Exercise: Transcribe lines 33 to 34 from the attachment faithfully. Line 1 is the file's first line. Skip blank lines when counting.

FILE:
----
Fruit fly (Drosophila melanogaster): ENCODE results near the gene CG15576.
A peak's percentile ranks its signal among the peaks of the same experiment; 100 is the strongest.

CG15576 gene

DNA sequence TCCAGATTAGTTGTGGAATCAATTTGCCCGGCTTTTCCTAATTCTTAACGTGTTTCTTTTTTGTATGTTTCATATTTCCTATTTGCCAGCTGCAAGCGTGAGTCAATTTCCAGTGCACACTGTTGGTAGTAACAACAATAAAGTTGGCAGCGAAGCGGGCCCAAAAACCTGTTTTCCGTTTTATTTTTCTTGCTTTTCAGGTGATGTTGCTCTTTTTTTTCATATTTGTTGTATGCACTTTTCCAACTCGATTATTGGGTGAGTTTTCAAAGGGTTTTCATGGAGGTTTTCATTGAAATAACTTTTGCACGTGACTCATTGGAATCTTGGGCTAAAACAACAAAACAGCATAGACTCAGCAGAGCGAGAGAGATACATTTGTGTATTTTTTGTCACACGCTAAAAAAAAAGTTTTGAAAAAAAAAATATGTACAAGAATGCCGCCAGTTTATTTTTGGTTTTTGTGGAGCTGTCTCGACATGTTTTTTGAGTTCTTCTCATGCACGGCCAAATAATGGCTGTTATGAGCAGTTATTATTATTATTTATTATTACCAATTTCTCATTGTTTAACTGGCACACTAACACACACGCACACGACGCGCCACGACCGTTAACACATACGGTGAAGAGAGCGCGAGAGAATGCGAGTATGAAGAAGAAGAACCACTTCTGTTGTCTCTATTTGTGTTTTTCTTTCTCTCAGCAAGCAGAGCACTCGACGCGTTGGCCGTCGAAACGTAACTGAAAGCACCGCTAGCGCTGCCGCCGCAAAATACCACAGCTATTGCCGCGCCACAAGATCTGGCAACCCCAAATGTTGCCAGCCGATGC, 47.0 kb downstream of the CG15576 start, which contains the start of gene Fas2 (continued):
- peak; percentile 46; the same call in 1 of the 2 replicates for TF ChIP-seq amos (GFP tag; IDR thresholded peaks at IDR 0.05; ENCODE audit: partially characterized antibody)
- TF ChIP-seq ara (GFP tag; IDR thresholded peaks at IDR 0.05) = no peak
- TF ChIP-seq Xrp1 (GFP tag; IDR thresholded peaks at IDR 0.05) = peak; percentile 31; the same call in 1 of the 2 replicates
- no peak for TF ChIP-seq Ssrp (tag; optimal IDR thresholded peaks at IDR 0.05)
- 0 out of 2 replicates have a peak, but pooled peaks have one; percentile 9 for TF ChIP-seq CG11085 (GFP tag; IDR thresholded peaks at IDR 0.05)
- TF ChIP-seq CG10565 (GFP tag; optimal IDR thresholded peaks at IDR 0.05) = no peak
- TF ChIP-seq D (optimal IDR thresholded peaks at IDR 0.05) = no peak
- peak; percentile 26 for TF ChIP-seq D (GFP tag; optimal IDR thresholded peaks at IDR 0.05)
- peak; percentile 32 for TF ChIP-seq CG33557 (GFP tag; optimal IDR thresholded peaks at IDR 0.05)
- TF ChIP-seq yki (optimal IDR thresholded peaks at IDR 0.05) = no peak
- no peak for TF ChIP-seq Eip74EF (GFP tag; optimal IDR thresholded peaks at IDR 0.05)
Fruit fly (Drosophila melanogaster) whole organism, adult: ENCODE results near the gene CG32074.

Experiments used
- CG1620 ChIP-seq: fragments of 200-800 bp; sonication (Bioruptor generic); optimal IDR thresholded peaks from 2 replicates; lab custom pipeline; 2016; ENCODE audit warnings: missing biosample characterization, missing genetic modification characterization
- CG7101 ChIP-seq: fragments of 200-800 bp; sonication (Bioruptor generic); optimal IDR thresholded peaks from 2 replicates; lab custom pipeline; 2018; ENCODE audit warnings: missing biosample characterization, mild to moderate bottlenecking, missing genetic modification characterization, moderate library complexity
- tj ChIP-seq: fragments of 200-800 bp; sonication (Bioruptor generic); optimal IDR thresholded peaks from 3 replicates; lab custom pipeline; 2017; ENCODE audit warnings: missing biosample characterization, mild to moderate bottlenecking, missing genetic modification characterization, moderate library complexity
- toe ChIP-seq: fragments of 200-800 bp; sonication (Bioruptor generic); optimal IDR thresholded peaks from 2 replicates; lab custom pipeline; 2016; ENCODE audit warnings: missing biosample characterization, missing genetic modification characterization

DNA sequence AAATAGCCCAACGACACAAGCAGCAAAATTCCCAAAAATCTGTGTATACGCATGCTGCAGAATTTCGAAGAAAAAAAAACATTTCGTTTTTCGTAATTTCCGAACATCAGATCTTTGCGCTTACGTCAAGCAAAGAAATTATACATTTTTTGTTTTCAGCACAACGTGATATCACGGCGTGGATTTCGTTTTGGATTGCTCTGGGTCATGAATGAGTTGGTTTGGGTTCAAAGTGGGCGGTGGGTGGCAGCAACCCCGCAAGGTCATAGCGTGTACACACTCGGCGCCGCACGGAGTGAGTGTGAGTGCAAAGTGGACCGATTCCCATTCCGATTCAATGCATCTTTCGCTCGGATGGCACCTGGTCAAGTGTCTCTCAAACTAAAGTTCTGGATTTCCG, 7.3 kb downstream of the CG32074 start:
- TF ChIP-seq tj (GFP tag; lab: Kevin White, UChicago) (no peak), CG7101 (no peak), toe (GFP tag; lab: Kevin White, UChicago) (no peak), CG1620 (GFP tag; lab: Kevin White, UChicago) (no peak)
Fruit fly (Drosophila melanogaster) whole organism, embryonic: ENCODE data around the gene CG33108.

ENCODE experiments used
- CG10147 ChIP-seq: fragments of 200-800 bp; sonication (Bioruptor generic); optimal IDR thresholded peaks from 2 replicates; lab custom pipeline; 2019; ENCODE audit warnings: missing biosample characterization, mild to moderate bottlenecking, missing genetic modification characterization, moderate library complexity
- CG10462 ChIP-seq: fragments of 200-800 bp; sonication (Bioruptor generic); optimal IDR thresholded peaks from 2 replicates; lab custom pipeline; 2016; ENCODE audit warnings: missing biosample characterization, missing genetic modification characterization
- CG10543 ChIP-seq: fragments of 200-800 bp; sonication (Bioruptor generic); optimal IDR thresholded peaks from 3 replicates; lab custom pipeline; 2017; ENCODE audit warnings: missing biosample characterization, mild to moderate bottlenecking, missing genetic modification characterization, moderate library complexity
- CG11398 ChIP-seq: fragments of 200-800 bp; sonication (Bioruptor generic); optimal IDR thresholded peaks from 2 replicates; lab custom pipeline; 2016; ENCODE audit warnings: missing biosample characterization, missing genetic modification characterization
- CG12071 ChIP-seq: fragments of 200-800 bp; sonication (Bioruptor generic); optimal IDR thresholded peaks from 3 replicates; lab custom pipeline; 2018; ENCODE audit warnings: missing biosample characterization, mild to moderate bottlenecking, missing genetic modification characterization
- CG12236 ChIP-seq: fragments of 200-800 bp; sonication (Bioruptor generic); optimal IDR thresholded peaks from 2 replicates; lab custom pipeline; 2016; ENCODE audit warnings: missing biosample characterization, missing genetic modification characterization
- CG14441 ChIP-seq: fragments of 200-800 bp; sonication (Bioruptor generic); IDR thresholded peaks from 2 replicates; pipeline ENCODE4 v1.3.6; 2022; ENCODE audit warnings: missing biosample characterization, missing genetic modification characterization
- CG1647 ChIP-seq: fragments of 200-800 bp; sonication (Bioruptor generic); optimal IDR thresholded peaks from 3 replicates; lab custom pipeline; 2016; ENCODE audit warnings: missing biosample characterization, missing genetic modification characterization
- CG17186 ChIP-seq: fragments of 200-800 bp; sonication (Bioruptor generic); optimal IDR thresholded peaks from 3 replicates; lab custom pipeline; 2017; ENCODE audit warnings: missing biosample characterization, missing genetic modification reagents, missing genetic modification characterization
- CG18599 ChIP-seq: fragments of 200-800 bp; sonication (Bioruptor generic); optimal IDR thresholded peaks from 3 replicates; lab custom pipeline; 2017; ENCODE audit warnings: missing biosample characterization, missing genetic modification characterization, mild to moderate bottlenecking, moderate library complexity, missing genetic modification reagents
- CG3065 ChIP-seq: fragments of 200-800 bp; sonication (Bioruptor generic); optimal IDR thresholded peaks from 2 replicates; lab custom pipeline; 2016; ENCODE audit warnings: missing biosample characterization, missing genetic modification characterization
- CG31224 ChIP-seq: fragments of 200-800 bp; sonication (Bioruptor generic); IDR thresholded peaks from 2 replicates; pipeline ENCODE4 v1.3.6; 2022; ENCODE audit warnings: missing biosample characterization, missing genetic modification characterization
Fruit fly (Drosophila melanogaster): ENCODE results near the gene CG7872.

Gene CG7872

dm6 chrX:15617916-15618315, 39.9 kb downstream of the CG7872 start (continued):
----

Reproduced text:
- CG1647 ChIP-seq: fragments of 200-800 bp; sonication (Bioruptor generic); optimal IDR thresholded peaks from 3 replicates; lab custom pipeline; 2016; ENCODE audit warnings: missing biosample characterization, missing genetic modification characterization
- CG17186 ChIP-seq: fragments of 200-800 bp; sonication (Bioruptor generic); optimal IDR thresholded peaks from 3 replicates; lab custom pipeline; 2017; ENCODE audit warnings: missing biosample characterization, missing genetic modification reagents, missing genetic modification characterization